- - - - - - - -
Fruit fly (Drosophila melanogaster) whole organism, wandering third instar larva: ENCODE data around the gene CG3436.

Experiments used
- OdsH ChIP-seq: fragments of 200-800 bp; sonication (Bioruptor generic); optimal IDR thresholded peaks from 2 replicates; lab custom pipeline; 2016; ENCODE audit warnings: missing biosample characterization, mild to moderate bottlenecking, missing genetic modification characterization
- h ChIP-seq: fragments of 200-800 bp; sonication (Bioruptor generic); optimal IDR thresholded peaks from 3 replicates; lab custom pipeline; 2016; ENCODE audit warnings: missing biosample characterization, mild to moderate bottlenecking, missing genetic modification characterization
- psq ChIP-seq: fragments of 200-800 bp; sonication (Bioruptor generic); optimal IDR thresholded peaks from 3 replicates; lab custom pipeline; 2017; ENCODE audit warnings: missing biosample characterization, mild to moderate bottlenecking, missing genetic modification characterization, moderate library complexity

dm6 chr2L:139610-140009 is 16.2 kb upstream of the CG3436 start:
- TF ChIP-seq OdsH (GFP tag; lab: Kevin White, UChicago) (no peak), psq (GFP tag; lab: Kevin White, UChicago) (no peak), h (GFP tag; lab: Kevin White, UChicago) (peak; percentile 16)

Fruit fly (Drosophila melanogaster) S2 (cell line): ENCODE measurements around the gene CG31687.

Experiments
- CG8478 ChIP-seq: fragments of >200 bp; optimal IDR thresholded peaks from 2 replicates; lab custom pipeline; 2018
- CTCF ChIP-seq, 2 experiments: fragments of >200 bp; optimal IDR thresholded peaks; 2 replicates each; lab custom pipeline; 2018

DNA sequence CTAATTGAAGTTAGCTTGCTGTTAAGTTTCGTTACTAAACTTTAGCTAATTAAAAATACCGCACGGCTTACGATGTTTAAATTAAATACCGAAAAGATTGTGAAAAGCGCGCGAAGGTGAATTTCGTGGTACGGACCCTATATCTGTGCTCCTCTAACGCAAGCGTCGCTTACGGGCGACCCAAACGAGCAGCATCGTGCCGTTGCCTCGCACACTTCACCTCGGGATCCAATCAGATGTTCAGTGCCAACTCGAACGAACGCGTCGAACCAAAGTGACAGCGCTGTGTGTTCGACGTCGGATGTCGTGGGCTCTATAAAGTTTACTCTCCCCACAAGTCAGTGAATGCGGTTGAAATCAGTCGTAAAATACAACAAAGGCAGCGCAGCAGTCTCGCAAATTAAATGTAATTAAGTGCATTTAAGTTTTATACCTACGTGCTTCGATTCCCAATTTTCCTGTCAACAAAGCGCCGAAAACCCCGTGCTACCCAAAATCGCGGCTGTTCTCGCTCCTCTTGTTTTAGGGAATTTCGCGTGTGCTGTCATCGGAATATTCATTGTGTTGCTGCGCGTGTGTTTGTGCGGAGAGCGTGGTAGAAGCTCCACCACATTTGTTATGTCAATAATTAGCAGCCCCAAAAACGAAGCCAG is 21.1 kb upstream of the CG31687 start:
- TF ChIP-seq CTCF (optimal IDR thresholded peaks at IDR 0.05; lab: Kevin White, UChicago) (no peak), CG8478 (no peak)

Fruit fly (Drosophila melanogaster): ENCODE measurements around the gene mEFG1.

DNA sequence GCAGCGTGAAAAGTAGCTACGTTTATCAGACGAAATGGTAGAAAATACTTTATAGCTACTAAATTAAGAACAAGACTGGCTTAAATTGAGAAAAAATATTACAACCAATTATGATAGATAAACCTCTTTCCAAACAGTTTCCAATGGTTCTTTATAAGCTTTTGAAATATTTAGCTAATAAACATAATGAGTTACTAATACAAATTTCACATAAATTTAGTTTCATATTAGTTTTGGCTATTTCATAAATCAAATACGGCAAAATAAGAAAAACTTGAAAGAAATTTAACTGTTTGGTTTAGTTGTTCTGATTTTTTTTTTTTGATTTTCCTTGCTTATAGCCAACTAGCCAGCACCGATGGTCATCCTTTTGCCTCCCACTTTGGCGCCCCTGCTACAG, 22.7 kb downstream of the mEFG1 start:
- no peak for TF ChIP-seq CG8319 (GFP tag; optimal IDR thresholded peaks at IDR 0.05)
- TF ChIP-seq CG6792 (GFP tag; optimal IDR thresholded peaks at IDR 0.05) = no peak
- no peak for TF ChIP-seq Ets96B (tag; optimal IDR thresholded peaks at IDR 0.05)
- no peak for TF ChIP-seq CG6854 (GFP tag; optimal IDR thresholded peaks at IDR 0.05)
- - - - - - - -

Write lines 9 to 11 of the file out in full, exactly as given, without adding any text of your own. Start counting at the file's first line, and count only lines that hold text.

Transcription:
Experiments
- CG8478 ChIP-seq: fragments of >200 bp; optimal IDR thresholded peaks from 2 replicates; lab custom pipeline; 2018
- CTCF ChIP-seq, 2 experiments: fragments of >200 bp; optimal IDR thresholded peaks; 2 replicates each; lab custom pipeline; 2018